Birds are the only animals that have feathers. For birds that make their home on the water, feathers have to work as protection from the elements. Waterbirds are equipped with different types of feathers that keep them warm and dry as well as enabling them to fly.
While different types of feathers perform different functions, structurally all feathers share similar traits. A stiff center shaft divides the feather into two sections, the inner and outer vane. Barbs run parallel down each side of the shaft. The barbs are covered in tiny barbules that hook together to support the feather. Feathers attach to the body via lines of follicles called pterylae. Muscles below the skin allow a bird to fluff up his feathers.
The outermost feathers are called contour feathers. They cover the bird’s body to form a protective layer. Contour feathers work like a raincoat, protecting the bird from water and wind. Waterbirds have special glands at the base of the tail that secrete oil. Birds preen their feathers to keep them clean and aligned. When waterbirds preen their feathers, they distribute oil all over their bodies. Their oiled-up feathers act as a layer of waterproofing.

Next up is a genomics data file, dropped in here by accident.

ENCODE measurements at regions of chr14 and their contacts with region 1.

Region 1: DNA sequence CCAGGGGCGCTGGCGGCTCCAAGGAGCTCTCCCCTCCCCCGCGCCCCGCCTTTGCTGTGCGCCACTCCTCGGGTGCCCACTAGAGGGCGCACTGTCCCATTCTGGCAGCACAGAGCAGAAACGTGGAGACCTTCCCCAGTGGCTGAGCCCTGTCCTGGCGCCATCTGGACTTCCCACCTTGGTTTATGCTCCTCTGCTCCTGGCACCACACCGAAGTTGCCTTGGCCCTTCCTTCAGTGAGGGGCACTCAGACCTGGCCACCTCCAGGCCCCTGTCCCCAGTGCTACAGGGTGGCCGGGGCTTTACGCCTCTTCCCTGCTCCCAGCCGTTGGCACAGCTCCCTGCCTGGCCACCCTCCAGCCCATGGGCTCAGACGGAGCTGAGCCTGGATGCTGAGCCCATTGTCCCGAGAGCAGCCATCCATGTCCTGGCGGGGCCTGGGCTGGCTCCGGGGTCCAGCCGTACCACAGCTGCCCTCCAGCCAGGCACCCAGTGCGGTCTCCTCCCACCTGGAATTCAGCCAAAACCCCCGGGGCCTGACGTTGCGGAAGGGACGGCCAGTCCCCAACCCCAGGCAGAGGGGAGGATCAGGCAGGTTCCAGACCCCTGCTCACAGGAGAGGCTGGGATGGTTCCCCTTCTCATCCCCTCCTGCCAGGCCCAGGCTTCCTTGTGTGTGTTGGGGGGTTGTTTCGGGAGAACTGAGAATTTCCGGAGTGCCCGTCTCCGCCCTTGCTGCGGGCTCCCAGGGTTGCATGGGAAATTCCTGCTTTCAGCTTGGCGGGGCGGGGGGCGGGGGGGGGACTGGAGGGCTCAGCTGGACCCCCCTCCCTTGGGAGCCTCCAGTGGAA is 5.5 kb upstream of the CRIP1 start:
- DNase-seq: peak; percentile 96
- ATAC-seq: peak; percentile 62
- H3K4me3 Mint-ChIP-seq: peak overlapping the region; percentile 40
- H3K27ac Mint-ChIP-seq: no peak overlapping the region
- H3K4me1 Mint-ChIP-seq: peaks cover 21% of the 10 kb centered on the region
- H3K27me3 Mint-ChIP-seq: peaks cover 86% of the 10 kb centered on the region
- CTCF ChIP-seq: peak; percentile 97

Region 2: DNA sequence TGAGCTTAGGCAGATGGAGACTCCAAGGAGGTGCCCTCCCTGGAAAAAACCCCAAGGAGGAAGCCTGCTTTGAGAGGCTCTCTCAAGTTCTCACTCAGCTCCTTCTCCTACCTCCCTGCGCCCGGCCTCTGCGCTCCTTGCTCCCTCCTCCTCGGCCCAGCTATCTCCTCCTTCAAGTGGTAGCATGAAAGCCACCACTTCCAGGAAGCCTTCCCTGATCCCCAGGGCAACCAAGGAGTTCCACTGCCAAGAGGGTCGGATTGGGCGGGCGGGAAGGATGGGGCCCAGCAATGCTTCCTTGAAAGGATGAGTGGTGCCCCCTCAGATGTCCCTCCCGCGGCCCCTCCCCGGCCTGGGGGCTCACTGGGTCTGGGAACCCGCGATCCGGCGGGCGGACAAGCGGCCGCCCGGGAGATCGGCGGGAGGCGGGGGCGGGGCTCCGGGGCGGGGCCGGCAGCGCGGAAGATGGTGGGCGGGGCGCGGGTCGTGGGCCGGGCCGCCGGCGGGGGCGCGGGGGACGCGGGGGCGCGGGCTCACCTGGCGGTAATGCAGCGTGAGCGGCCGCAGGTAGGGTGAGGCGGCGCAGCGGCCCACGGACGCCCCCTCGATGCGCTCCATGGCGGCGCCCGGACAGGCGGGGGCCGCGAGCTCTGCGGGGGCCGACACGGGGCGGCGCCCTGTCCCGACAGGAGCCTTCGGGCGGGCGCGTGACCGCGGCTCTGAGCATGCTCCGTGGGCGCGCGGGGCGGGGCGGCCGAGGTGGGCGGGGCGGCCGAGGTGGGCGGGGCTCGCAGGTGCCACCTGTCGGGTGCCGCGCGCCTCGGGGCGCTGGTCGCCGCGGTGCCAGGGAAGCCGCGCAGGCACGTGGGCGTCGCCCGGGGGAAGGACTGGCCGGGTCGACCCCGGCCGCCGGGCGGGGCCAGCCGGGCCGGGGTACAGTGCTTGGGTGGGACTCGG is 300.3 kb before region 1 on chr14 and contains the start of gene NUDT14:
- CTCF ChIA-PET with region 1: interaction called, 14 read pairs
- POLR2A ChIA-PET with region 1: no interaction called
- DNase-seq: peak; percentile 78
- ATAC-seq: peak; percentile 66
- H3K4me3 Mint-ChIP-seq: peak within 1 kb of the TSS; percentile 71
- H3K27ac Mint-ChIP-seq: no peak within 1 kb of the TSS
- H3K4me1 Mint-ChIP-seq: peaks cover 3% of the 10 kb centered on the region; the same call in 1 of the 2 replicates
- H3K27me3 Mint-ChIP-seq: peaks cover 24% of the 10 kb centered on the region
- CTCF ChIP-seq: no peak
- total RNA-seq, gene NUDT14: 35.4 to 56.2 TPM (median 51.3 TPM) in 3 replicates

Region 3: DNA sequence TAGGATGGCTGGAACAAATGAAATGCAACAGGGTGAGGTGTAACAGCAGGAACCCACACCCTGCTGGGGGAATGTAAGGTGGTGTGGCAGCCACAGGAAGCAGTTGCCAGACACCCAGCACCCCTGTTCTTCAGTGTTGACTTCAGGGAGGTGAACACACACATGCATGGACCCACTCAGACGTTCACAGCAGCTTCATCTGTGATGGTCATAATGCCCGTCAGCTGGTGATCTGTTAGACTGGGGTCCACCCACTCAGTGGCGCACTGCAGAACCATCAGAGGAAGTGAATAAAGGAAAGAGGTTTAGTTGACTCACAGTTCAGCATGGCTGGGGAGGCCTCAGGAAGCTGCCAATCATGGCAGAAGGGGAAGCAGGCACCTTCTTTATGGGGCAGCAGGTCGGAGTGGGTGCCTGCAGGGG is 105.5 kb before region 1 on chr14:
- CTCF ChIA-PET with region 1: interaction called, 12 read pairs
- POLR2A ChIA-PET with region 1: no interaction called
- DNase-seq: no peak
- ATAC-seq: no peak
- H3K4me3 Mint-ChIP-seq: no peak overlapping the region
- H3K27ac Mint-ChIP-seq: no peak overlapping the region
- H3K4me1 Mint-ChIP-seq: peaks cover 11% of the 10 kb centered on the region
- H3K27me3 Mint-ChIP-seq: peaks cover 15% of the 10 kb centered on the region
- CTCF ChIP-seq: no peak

If you’ve ever seen a baby bird, you know what down feathers look like. Down feathers are short and lack locking barbules, making them incredibly soft. Located underneath the contour feathers, down feathers provide insulation, keeping waterbirds warm. This is especially important for waterbirds like some penguins who spend a lot of their time in frigid ocean waters.
Flight feathers are large, modified contour feathers. You can see them on a bird’s tail and on the edges of the wings. Flight feathers support a bird’s weight during flight. Ligaments secure flight feathers directly to the bones, making them capable of standing up to the stress of flying. Flight is extremely important to many species of waterbirds, like migrating geese. Since penguins don’t fly, they lack flight feathers.